Saturday, May 3, 2014


No matter how certain you or I are of the identity of a particular rock art element it is inevitable that on some occasions we will disagree on it. Thus, in many instances people recording rock art rely on lists that define and identify the shapes and images in an attempt to standardize the results and promote such agreements - trait lists or element lists.

Hicklin Springs , 5BN7, Bent County, Colorado.
Photograph Peter Faris, 1993.

Personally, I have never been in favor of using so-called trait or element lists to identify images in rock art recording just because of the disagreements in their identity. My favorite example is usually a variant of the "is it a man or a lizard" based upon the length of the middle lower appendage.

Back in the early 1990s I organized and led a multi-year project to record the rock art at Hicklin Springs (5BN7) in Bent County, Colorado. One of the panels that we dealt with in 1993 is illustrated here. According to published descriptions of rock art styles in that area the team agreed that this was a panel of abstract figures, and it was recorded as such. Not what are often called “geometric abstract” based upon simple geometric shapes, but certainly not readily identifiable as to a specific subject matter. While I found the fact of this group of similar figures existing in this one panel to be unusual and even remarkable, I acquiesced with the group vote on their identification and labeling at that time.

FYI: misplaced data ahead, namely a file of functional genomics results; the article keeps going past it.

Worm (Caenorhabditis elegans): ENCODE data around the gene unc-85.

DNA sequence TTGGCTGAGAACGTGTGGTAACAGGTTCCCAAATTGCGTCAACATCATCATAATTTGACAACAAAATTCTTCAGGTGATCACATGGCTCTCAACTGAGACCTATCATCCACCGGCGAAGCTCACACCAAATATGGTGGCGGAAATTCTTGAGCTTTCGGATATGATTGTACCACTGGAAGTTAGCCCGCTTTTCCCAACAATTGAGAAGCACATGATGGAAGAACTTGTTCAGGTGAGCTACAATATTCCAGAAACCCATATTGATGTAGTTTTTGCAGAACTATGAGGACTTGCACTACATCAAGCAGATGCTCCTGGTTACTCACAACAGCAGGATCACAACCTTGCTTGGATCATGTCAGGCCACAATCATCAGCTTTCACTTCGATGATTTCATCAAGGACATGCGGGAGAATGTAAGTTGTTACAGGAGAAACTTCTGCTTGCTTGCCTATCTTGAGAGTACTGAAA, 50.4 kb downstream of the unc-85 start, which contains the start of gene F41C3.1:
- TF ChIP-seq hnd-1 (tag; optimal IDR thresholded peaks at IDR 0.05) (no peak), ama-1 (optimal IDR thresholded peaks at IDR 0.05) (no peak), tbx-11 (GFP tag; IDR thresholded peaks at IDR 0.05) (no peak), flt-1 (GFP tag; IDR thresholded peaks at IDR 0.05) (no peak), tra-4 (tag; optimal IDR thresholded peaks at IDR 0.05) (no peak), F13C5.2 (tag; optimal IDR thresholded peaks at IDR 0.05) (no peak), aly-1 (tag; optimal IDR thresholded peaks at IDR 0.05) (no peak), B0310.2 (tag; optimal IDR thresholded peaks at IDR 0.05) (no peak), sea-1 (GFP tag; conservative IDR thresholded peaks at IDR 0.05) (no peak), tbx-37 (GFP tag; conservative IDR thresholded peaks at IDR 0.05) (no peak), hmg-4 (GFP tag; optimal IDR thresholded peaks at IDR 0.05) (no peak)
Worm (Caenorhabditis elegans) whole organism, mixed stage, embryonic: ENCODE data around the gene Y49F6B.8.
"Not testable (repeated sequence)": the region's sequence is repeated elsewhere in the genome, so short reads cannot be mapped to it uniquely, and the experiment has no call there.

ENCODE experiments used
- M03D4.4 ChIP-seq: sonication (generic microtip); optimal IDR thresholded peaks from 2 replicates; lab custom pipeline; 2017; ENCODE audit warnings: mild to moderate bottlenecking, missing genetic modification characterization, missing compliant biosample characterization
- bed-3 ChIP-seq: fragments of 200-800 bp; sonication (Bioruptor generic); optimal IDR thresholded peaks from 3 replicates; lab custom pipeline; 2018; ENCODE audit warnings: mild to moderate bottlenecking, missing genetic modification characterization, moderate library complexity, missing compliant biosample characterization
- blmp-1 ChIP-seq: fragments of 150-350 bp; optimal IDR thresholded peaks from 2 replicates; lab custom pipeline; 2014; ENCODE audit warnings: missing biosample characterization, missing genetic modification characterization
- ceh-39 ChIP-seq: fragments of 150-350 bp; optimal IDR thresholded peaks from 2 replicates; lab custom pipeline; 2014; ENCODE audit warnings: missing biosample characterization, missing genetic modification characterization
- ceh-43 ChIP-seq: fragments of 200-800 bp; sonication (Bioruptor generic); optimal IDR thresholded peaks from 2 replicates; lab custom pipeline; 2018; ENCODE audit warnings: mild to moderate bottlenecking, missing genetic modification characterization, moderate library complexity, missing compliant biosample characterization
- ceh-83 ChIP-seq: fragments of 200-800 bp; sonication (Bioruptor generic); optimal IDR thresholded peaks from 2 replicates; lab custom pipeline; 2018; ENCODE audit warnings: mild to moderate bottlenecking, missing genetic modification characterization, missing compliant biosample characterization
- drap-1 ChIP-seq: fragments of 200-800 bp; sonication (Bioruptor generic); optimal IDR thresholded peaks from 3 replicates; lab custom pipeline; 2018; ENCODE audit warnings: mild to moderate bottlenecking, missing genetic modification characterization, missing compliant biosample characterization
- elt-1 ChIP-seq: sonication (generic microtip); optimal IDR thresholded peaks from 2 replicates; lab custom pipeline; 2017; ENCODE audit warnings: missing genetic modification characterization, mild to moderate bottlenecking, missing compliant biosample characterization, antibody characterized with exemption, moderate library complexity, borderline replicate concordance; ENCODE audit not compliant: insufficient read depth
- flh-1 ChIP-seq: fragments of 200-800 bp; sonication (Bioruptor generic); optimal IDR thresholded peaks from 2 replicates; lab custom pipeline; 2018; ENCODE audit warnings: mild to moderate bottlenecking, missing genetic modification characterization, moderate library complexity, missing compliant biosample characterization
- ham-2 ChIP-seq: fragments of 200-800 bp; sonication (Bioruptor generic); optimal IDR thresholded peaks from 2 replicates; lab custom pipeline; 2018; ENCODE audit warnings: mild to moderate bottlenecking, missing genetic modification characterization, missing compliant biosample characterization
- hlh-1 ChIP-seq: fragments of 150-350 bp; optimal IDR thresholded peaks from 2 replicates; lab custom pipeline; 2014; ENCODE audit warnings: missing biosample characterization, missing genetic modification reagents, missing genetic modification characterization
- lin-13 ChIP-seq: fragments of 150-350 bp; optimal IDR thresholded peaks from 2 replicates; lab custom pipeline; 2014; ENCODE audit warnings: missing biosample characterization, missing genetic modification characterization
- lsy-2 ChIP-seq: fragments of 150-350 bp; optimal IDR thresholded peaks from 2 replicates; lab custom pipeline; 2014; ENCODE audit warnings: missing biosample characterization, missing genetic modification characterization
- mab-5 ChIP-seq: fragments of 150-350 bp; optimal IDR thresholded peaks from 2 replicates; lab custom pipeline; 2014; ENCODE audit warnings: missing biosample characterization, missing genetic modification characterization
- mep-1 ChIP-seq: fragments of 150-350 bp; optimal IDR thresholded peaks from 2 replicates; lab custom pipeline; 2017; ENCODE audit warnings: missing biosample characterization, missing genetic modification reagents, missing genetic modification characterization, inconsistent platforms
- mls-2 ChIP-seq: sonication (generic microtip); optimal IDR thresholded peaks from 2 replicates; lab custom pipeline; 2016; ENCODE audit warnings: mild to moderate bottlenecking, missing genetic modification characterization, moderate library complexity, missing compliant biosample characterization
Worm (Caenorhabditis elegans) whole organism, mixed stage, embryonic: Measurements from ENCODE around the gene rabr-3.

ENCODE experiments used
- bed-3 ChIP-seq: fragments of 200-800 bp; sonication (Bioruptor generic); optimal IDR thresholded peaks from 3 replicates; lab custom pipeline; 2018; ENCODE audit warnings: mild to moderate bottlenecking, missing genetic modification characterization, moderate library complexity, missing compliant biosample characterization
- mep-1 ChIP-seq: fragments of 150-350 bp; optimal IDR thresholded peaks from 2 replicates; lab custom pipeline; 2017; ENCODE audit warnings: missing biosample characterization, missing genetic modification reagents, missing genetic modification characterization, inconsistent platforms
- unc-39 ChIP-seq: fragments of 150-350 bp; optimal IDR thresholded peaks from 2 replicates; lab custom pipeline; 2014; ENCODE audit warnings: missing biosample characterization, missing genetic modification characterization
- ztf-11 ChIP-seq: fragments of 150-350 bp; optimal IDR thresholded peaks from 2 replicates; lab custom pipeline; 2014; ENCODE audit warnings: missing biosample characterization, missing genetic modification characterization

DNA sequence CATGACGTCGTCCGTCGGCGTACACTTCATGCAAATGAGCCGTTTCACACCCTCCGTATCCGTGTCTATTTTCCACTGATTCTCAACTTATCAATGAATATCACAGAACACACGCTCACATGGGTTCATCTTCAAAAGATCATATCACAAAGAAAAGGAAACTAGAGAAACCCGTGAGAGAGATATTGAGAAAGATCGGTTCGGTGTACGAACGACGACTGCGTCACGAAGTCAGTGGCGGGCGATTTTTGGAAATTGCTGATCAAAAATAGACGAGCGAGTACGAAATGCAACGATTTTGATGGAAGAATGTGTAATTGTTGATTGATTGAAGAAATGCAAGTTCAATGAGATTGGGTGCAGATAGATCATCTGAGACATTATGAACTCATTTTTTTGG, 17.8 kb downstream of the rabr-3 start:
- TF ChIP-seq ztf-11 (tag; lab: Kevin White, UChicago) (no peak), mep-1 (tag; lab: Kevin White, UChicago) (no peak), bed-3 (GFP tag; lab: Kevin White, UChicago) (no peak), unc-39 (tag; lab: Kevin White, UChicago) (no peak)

Centipede, Vogel Canyon, Otero County, Colorado.
Photograph Peter Faris, 1993.

Later that same year I was in Vogel Canyon south of La Junta and saw the remarkably large centipede (illustrated) in the trail. I immediately thought of the panel from Hicklin Springs and its enigmatic figures.

Tarantula, Picketwire Canyonlands, Otero County,
Colorado. Photograph Peter Faris, 1994.

Then, the next year, and also down in the Picketwire Canyonlands south of La Junta, I came across the large tarantula (illustrated) again in the trail. Compare its size to the footprints in the dust. In both these cases it occurred to me that an insect that notable might be a candidate for recording in petroglyph form.

I am now more than ever convinced that you really cannot trust the so-called trait or element lists in rock art recording. I recognize the desire for standardizing descriptions to make any data base more user friendly, but you just cannot discern the intentions of the creators of different images and panels in that way. So, the question remains – Abstract or Insect?

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